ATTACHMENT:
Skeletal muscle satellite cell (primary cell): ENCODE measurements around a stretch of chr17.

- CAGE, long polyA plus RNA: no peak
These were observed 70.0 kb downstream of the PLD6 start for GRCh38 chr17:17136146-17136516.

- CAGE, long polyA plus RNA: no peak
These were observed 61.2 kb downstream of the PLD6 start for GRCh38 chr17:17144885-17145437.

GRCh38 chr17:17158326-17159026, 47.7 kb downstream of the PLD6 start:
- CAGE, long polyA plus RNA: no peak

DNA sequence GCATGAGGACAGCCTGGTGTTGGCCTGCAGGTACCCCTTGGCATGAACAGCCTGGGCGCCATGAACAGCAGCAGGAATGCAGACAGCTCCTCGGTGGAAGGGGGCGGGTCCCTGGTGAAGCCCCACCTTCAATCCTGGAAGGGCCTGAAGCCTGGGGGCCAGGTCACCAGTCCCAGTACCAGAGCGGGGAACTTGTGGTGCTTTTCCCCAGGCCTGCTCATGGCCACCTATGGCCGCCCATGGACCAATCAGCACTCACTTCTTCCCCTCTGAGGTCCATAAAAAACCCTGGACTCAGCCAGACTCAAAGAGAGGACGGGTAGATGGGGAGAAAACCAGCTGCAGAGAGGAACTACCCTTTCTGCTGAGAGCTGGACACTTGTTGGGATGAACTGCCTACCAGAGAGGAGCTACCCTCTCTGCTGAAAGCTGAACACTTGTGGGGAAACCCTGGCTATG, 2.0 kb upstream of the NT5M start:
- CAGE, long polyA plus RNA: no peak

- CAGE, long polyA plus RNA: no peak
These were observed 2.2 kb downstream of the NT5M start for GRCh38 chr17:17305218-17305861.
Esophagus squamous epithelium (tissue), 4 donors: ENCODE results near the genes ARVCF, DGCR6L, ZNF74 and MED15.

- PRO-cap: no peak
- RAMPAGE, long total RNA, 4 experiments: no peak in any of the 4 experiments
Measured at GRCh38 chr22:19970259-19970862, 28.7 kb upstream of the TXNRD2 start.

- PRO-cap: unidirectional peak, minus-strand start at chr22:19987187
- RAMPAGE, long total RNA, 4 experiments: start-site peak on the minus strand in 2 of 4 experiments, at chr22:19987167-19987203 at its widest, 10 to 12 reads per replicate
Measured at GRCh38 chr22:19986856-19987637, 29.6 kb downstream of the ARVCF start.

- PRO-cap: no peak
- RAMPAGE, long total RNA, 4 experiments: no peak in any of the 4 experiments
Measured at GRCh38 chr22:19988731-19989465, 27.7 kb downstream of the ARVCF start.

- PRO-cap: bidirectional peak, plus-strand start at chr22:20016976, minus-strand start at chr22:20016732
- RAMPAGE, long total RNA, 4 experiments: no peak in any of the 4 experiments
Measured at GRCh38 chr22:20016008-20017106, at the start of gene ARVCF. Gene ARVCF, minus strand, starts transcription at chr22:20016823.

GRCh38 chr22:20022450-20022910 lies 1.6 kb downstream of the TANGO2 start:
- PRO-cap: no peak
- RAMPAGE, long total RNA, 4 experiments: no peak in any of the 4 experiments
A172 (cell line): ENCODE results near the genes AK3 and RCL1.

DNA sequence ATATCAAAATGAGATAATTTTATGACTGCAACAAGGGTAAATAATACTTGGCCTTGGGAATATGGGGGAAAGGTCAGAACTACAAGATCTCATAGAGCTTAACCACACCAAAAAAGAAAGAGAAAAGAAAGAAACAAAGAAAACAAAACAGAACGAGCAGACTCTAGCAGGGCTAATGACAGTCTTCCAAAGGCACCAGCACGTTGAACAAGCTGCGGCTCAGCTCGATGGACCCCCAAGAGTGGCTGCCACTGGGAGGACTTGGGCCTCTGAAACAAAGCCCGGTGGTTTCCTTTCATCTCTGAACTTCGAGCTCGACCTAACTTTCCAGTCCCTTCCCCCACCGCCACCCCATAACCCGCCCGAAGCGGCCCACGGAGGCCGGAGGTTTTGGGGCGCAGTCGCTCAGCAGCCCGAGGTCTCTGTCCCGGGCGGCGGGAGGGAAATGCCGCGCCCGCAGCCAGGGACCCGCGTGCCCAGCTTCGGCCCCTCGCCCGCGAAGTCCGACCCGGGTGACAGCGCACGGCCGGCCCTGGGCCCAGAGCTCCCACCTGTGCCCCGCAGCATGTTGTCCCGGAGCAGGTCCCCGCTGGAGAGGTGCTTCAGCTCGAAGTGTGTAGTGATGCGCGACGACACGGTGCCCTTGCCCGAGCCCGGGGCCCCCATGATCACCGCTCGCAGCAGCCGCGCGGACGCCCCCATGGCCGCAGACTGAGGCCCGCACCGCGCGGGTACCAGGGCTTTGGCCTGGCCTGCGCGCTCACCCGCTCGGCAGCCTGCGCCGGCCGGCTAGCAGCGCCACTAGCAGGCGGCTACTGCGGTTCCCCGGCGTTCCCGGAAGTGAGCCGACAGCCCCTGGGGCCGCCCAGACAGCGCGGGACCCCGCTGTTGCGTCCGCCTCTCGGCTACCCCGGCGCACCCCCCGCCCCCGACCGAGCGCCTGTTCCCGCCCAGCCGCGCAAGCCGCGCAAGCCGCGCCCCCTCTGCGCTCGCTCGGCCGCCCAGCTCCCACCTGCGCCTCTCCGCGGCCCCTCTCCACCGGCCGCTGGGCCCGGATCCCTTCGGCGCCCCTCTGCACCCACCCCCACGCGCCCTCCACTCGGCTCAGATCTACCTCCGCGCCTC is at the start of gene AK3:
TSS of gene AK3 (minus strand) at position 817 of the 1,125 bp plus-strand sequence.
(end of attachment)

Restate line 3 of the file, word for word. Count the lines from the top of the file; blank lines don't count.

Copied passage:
These were observed 70.0 kb downstream of the PLD6 start for GRCh38 chr17:17136146-17136516.